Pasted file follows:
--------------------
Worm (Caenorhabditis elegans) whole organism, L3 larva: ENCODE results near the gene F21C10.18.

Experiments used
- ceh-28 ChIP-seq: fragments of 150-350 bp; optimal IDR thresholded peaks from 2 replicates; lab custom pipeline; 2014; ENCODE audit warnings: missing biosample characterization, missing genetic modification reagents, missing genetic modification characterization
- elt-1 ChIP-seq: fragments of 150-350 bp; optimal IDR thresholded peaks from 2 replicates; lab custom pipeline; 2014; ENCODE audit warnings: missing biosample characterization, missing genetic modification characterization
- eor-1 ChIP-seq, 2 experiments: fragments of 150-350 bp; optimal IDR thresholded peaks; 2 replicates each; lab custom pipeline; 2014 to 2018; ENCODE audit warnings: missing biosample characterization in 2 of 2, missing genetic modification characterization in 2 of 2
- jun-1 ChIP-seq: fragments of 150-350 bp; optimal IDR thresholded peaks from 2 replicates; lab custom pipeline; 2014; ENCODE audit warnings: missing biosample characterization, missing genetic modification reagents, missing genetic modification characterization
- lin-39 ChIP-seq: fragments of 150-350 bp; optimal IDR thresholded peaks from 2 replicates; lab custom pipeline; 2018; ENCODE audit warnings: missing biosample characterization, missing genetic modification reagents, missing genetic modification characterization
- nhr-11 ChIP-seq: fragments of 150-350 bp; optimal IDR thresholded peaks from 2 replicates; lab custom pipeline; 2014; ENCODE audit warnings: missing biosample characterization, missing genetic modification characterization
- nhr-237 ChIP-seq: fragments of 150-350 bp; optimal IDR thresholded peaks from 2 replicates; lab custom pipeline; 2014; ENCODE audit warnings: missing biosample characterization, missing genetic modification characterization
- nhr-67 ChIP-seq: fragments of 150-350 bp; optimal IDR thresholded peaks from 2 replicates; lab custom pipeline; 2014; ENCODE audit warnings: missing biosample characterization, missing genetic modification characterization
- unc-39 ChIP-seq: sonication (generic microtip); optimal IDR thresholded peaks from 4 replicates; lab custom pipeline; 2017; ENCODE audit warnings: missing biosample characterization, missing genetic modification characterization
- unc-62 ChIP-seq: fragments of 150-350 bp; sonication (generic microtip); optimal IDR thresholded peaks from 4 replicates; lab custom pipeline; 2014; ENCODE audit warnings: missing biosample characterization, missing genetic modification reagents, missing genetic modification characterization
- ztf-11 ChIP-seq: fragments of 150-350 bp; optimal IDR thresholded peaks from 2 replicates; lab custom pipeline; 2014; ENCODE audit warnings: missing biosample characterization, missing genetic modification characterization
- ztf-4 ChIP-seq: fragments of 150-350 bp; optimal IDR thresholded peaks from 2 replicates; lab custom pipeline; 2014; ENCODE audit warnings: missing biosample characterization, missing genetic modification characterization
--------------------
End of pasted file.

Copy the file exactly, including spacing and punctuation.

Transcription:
Worm (Caenorhabditis elegans) whole organism, L3 larva: ENCODE results near the gene F21C10.18.

Experiments used
- ceh-28 ChIP-seq: fragments of 150-350 bp; optimal IDR thresholded peaks from 2 replicates; lab custom pipeline; 2014; ENCODE audit warnings: missing biosample characterization, missing genetic modification reagents, missing genetic modification characterization
- elt-1 ChIP-seq: fragments of 150-350 bp; optimal IDR thresholded peaks from 2 replicates; lab custom pipeline; 2014; ENCODE audit warnings: missing biosample characterization, missing genetic modification characterization
- eor-1 ChIP-seq, 2 experiments: fragments of 150-350 bp; optimal IDR thresholded peaks; 2 replicates each; lab custom pipeline; 2014 to 2018; ENCODE audit warnings: missing biosample characterization in 2 of 2, missing genetic modification characterization in 2 of 2
- jun-1 ChIP-seq: fragments of 150-350 bp; optimal IDR thresholded peaks from 2 replicates; lab custom pipeline; 2014; ENCODE audit warnings: missing biosample characterization, missing genetic modification reagents, missing genetic modification characterization
- lin-39 ChIP-seq: fragments of 150-350 bp; optimal IDR thresholded peaks from 2 replicates; lab custom pipeline; 2018; ENCODE audit warnings: missing biosample characterization, missing genetic modification reagents, missing genetic modification characterization
- nhr-11 ChIP-seq: fragments of 150-350 bp; optimal IDR thresholded peaks from 2 replicates; lab custom pipeline; 2014; ENCODE audit warnings: missing biosample characterization, missing genetic modification characterization
- nhr-237 ChIP-seq: fragments of 150-350 bp; optimal IDR thresholded peaks from 2 replicates; lab custom pipeline; 2014; ENCODE audit warnings: missing biosample characterization, missing genetic modification characterization
- nhr-67 ChIP-seq: fragments of 150-350 bp; optimal IDR thresholded peaks from 2 replicates; lab custom pipeline; 2014; ENCODE audit warnings: missing biosample characterization, missing genetic modification characterization
- unc-39 ChIP-seq: sonication (generic microtip); optimal IDR thresholded peaks from 4 replicates; lab custom pipeline; 2017; ENCODE audit warnings: missing biosample characterization, missing genetic modification characterization
- unc-62 ChIP-seq: fragments of 150-350 bp; sonication (generic microtip); optimal IDR thresholded peaks from 4 replicates; lab custom pipeline; 2014; ENCODE audit warnings: missing biosample characterization, missing genetic modification reagents, missing genetic modification characterization
- ztf-11 ChIP-seq: fragments of 150-350 bp; optimal IDR thresholded peaks from 2 replicates; lab custom pipeline; 2014; ENCODE audit warnings: missing biosample characterization, missing genetic modification characterization
- ztf-4 ChIP-seq: fragments of 150-350 bp; optimal IDR thresholded peaks from 2 replicates; lab custom pipeline; 2014; ENCODE audit warnings: missing biosample characterization, missing genetic modification characterization